By Curt Yeomans
Osayande "Osay" Imarhiagbe spends his afternoons in Riverdale High School's technology lab scanning through folders on a computer desktop, and working on web site designs. His goal in life, though, is to become a doctor.
Imarhiagbe, 17, a senior at Riverdale, plans to leave the technology field after four years in his school's Technology Student Association chapter, and begin studying medicine at Emory University in the fall.
But he still has one project to complete before all of that happens: He has to finish developing a web site for the Georgia Department of Transportation to encourage teenagers to practice safe driving skills.
"It's something that I feel, for lack of a better word, is an honor to be asked by such an organization to do a web site for them," Imarhiagbe said.
Imarhiagbe and fellow Riverdale student Raven Hathcock, 17, a junior, are both leaders in the state for technology, but each in their own way.
While Imarhiagbe is developing a web site for the Georgia Department of Transportation, Hathcock was elected last month as the state Technology Student Association's new president. The pair said their individual achievements are an overall sign of the chapter's success.
"It just shows how much our chapter is out there and recognized across the state as being one of the best," Imarhiagbe said.
Imarhiagbe said he has worked on about eight designs for the teen driving web site since last November, when he was asked do the web site. Throughout the school year, he does graphics for the Clayton County Public Schools web site, and is one of several Riverdale technology students who works on modifications for the district's web site every summer.
Riverdale technology teacher Steve Price called Imarhiagbe "my shining star. He's the best I've got in web design."
Over the past month, he has worked on his final design, which he said includes text that appears handwritten, scraps of paper and photos. "I wanted it to be something young people would like to go to," Imarhiagbe said. "It looks sort of like a scrapbook."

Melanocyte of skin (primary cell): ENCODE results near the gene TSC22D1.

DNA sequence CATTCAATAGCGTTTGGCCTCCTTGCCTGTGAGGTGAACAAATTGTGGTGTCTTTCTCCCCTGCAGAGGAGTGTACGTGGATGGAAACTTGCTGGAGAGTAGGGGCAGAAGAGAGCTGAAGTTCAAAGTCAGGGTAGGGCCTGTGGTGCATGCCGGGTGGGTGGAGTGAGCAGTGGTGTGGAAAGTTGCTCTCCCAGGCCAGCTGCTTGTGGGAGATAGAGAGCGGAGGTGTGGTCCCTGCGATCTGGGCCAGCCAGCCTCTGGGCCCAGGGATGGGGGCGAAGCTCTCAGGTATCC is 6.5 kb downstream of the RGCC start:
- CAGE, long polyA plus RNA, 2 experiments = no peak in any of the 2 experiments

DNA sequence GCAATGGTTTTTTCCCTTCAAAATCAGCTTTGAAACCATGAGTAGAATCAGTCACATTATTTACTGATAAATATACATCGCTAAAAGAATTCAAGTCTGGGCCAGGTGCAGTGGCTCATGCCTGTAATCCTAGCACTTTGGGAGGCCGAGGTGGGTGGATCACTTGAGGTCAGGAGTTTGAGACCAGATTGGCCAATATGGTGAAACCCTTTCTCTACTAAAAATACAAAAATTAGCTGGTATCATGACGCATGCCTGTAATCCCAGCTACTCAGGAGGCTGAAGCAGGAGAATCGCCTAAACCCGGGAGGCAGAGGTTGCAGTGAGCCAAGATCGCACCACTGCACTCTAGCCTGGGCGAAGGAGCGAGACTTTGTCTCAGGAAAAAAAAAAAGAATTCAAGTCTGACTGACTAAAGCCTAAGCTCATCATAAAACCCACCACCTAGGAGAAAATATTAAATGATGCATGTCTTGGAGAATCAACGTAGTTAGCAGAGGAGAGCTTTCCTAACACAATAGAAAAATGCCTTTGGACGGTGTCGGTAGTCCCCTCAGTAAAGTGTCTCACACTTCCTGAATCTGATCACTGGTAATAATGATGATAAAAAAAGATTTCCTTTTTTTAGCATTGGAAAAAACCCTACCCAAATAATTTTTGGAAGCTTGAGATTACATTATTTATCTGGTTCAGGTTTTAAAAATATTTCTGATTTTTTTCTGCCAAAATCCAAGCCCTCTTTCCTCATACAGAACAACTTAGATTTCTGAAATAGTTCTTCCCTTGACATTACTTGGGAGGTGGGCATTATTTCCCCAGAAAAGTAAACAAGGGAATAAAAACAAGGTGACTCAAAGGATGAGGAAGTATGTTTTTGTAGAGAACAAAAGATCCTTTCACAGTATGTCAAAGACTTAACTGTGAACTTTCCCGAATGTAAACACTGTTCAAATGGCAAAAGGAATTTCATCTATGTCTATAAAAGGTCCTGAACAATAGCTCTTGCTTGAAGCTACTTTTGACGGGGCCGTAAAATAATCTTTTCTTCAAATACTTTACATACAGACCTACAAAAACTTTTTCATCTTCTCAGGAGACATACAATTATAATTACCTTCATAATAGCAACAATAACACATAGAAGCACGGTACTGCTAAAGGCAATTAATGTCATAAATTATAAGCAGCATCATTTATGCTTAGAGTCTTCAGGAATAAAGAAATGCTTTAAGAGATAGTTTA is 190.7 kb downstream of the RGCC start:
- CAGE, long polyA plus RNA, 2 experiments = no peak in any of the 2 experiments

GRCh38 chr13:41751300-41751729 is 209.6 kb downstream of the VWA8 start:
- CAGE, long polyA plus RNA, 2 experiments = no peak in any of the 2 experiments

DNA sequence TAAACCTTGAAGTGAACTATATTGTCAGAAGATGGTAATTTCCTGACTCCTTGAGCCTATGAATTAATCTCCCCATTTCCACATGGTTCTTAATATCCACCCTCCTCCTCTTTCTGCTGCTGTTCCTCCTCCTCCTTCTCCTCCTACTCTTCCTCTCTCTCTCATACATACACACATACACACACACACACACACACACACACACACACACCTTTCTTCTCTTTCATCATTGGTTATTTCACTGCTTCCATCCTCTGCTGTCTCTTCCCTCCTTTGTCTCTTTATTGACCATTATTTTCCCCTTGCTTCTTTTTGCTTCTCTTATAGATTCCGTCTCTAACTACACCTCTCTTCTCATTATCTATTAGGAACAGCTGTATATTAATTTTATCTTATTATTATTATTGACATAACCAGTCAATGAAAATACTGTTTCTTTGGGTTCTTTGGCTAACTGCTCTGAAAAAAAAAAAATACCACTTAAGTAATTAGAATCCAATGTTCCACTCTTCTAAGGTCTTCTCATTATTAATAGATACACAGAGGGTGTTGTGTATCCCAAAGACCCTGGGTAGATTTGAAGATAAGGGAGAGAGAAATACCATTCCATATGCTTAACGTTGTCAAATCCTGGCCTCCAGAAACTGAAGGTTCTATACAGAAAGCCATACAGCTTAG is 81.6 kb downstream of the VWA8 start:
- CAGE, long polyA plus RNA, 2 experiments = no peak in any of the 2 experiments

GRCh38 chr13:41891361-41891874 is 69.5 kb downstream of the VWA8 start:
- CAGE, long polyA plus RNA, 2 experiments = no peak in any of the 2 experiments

Although 11 other former and current Riverdale students have held state TSA offices - including Imarhiagbe - Hathcock is the first student from the school to be elected as the state president. Hathcock said she plans to work on growing the organization's presence across the state by introducing it to schools where chapters do not already exist.
"I mostly just want to try to be a good president," Hathcock said. "I want to try to get TSA really out there, and get it in some of the schools that don't already have a TSA chapter."
Hathcock had to be encouraged to run for the highest office in the state TSA, though, after losing a bid for the state secretary position last year.
"I didn't want to run again because losing the first time was disheartening," Hathcock said. "But Mr. Price encouraged me to run for this office."
Price said he pushed Hathcock to run for state president because of the impression she made on people when she talked about her ideas for improving the state TSA organization during her previous run for a state office.
"They [other technology teachers] told me she and the girl she lost to were the two best candidates running for state office last year," Price said. The other girl was a senior this year, so they kept telling me 'Run her [Hathcock] for president! Run her for president!'"
As the sun sets on Imarhiagbe's high school career, and rises on Hathcock's tenure as president, Hathcock said she wants to be a positive example of what students at Riverdale and across Georgia are like. Her first meeting and training session with the other state officers will take place next month, she said.
"I think I'm really going to make a positive difference for this school, and for the state," she said.